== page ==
During the hunts, Harding and Harward placed apples to bait the black bears, then led the hunters to those locations. For example, on October 25, 2009, Harding directed the undercover officers to the Raven Rock area near Friendsville, showing them where the bears would likely show up the next day. The following day, two hunters – one of them an undercover officer – taking part in a guided hunt led by Harding and Harward each killed a black bear over bait. The undercover officer shot his bear from a spot suggested by Harding, overlooking a pile of illegal bait. Harward also violated the terms of his hunting permit by remaining out of visual contact when the other hunter shot his bear. The bears killed by the hunter and the undercover officer were subsequently taken to a cooler located in the building where Harding conducted his business. Harding took photographs of the bears and the hunters, while Harward was recording the event with a video camera.  Inside the cooler where the bear carcasses and skins were placed, the undercover officers saw five 25-gallon plastic garbage cans full of apple skins and cores, consistent with the apple pieces in the bait pile seen by the undercover officers.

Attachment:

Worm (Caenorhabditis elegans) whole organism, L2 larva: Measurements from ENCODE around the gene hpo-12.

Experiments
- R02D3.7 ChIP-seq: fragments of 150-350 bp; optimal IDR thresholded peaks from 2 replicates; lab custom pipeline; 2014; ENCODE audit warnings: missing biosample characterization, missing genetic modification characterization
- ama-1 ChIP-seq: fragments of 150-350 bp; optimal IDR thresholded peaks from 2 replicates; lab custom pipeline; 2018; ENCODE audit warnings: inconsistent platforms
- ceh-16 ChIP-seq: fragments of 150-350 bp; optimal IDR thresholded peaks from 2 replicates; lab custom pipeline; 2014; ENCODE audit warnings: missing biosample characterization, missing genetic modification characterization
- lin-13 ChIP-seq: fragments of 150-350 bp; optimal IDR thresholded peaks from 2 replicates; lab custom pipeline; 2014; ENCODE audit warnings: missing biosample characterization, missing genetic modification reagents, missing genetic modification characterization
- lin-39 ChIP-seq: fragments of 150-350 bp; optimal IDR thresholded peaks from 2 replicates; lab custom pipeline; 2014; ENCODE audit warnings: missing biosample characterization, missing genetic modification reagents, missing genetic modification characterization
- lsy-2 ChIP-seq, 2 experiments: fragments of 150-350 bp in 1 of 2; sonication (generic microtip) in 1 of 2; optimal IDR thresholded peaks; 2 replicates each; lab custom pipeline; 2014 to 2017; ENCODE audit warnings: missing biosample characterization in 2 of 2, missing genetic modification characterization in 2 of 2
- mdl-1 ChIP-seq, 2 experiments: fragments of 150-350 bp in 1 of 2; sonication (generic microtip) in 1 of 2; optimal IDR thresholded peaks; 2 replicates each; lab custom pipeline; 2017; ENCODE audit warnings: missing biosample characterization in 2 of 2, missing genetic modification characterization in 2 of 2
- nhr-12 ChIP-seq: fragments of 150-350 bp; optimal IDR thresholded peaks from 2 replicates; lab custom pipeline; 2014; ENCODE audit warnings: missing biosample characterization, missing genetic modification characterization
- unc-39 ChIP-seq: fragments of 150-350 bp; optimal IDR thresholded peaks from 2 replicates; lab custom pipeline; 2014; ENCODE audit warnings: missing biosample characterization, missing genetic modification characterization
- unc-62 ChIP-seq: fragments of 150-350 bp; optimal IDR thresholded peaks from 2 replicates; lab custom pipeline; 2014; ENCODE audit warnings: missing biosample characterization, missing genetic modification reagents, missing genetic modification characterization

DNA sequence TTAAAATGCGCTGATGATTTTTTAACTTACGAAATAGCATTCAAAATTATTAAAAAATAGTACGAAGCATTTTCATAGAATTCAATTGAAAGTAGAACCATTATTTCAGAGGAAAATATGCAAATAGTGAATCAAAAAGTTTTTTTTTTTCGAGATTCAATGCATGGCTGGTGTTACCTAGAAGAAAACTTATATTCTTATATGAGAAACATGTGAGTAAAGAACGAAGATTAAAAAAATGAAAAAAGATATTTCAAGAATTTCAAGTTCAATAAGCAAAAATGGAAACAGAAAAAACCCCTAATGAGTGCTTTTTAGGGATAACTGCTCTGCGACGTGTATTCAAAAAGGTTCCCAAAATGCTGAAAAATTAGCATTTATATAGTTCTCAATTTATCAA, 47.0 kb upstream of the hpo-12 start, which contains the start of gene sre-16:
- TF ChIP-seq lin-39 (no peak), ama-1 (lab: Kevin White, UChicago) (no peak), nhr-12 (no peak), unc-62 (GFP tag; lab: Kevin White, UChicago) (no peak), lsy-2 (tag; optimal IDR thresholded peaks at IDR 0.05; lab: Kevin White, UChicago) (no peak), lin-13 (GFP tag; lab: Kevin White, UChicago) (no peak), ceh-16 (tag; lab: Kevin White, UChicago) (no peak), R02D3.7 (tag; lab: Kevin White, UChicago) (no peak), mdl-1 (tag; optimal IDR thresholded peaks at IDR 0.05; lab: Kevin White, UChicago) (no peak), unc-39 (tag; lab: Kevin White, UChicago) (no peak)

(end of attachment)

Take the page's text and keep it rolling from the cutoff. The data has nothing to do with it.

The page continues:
United States Attorney Rod J. Rosenstein praised the Maryland Natural Resources Police and the U.S. Fish and Wildlife Service for their work in the investigation. Mr. Rosenstein thanked Assistant U.S. Attorney P. Michael Cunningham, who prosecuted the case.

 


  • Very confused